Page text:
Why you could be experiencing poor sleep

The possible causes of lack of sleep are so many and so different for different people. PHOTO | SHUTTERSTOCK

QUESTION: How do I stop thinking about work at 3am? What tips can you offer so that I make sure work stress doesn't get in the way of my sleep?


The book of Psalms, chapter 127:2 might be a good place for you to begin the journey of understanding your predicament. It reads as follows “In vain you rise early and stay up late, toiling for food to eat - for He grants sleep to those He loves”.

Sleep is critical. For example, growth takes place during sleep. It is most important during adolescence and infancy. Illnesses and any form of pain are incompatible with restful sleep.

Different people can survive on different hours of sleep, and also that some people like to go to bed late, while others are early risers who by 6am have done half a day’s work. These differences are in part biologically determined.

In your case, you tell us that the problem is that you wake up at 3am thinking about work. To any doctor, waking up at 3am is an indication that you might be suffering from a depressive illness.

To put it differently, when a doctor is examining you, he or she is not only interested in whether you have a sleep problem or not, but he will also ask about the sleep pattern. In many instances, the pattern holds the key to the diagnosis.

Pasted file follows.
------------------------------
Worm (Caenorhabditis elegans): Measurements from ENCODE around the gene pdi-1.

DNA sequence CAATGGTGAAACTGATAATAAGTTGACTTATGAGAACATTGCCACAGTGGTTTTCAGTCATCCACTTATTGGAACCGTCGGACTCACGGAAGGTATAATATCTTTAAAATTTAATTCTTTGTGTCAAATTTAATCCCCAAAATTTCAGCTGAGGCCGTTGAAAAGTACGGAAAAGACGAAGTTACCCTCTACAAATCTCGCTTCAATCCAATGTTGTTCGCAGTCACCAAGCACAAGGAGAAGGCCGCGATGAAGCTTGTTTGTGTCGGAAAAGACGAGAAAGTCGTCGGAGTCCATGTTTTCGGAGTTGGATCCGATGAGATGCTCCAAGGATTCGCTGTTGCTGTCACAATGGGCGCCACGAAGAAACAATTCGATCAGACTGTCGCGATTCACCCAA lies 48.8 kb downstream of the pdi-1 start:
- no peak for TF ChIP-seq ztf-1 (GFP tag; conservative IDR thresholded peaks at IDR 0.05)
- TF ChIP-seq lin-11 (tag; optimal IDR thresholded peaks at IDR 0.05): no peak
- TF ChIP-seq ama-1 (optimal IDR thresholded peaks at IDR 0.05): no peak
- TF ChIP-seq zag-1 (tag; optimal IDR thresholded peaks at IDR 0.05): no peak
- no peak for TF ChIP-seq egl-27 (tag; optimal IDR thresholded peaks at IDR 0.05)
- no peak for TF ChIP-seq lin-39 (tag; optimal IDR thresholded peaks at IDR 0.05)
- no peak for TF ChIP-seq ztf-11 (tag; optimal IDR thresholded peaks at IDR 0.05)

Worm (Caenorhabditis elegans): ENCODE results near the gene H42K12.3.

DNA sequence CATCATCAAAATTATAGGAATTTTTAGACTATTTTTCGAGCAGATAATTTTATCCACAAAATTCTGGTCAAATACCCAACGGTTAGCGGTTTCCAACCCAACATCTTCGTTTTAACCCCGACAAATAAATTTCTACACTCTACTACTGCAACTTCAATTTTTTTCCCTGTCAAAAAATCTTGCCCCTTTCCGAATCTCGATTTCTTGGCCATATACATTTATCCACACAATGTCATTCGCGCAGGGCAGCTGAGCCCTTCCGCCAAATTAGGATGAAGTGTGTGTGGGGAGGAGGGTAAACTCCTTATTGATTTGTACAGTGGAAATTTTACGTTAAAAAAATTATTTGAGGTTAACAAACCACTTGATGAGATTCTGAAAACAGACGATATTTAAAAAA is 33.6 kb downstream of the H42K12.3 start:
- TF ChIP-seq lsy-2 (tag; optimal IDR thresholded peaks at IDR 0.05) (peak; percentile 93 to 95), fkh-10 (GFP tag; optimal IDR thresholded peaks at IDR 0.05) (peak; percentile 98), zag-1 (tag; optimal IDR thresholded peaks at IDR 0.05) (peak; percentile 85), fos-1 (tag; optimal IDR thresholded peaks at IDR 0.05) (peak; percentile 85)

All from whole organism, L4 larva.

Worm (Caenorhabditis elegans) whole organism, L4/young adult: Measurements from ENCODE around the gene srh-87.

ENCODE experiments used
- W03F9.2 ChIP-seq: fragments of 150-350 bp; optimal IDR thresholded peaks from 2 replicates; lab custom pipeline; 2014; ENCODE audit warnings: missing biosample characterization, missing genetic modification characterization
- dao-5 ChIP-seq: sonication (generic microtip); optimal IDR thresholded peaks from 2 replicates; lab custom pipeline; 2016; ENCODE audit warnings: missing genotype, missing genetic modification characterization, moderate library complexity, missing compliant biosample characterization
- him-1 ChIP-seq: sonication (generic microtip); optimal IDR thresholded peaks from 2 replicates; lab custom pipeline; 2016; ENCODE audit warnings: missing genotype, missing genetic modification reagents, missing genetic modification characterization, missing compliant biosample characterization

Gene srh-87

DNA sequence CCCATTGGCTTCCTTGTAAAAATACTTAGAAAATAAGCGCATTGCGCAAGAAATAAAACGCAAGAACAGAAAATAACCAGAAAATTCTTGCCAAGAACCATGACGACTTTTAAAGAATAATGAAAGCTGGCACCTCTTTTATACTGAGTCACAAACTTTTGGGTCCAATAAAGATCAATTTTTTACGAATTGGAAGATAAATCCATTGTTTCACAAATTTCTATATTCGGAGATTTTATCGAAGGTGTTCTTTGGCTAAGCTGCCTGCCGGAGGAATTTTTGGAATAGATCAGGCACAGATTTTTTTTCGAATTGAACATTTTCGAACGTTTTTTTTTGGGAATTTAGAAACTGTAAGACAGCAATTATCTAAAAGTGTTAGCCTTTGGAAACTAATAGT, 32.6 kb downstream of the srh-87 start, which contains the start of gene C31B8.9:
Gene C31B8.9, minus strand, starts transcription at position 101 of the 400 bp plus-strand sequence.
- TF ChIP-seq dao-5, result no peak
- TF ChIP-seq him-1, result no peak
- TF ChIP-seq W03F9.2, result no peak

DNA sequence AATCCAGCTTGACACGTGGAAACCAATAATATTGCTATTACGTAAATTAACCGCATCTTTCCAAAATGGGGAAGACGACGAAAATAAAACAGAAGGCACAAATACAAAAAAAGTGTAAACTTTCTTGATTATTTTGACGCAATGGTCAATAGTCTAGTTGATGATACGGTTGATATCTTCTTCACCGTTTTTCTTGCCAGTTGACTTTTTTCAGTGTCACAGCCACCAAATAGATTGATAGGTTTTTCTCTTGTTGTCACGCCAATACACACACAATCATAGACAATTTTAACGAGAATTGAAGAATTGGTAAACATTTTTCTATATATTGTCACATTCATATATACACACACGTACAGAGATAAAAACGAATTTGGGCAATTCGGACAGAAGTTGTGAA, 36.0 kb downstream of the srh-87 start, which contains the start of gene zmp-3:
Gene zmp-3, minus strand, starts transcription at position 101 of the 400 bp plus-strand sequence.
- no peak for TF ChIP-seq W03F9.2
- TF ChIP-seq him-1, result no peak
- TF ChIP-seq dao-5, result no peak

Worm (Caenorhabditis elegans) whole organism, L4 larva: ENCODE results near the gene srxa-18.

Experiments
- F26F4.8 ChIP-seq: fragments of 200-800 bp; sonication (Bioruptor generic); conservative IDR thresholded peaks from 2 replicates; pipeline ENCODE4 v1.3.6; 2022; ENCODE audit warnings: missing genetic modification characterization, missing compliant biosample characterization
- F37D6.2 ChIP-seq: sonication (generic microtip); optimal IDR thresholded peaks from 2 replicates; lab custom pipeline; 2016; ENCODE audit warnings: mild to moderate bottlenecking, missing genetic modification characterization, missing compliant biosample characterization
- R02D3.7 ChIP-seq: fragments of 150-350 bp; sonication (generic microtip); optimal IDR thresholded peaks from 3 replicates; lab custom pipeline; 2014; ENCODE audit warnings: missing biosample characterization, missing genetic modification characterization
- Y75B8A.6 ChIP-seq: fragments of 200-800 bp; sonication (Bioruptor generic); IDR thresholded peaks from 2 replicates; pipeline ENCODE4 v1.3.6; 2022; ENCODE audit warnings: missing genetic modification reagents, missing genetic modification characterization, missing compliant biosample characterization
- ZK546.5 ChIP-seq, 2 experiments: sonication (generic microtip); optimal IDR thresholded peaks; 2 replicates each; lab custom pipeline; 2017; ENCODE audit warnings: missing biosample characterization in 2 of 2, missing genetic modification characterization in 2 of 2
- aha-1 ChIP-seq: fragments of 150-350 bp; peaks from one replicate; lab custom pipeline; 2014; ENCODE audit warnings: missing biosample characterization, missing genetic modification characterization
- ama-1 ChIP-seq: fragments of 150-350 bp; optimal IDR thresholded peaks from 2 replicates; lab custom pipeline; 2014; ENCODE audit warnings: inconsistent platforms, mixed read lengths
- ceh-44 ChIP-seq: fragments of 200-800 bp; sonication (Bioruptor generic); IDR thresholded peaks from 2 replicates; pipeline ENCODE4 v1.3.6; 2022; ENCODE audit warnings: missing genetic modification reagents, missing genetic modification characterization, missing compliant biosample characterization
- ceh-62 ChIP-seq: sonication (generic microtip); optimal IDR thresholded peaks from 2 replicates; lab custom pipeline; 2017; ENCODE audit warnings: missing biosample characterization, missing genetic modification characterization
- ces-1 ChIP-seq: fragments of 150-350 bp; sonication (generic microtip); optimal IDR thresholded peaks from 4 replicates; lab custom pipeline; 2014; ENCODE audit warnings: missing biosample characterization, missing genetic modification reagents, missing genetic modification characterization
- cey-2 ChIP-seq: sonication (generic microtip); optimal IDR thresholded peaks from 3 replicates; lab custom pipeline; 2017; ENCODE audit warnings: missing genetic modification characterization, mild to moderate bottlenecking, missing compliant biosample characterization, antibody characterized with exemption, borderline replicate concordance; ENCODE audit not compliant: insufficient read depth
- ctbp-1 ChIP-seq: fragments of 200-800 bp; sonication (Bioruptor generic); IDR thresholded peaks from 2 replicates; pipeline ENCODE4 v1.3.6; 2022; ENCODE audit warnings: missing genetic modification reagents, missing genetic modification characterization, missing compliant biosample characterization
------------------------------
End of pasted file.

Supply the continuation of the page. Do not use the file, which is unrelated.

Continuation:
When you go to a pharmacist and say that you need a sleeping pill, chances are that you do not explain whether you have a problem initiating sleep or as in your case the fact that you have no problem falling off to sleep but sleep vanishes at 3am.

Difficulties initiating sleep are more commonly associated with anxiety. Others might state that although they sleep at night, they wake up in the morning feeling as if they had not slept a wink.

Chronic fatigue syndrome might be responsible for some cases of waking up feeling very tired even after what seems like a full night of sleep.

Conditions such as arthritis are common causes of lack of sleep in the elderly. Painkillers and other remedies, rather than sleeping pills might be the solution to this problem.

What came first, poor performance at work or loss of sleep at 3am? As we have seen, depression can lead to poor sleep as well as lead to poor performance at work.

No simple tips can ensure your work stress doesn’t get in the way of your sleep.

Having said all of the above, my advice is to take the problem you have to a mental health expert because as you have now seen the subject of sleep is anything but easy and you must make sure that you get to the bottom of the problem before you either decide to change jobs or more commonly and equally unwise, go to a pharmacy to get a sleeping pill which is often the first step to addiction.

Dr Njenga is a psychiatrist and mental health consultant who has authored several scientific papers and books

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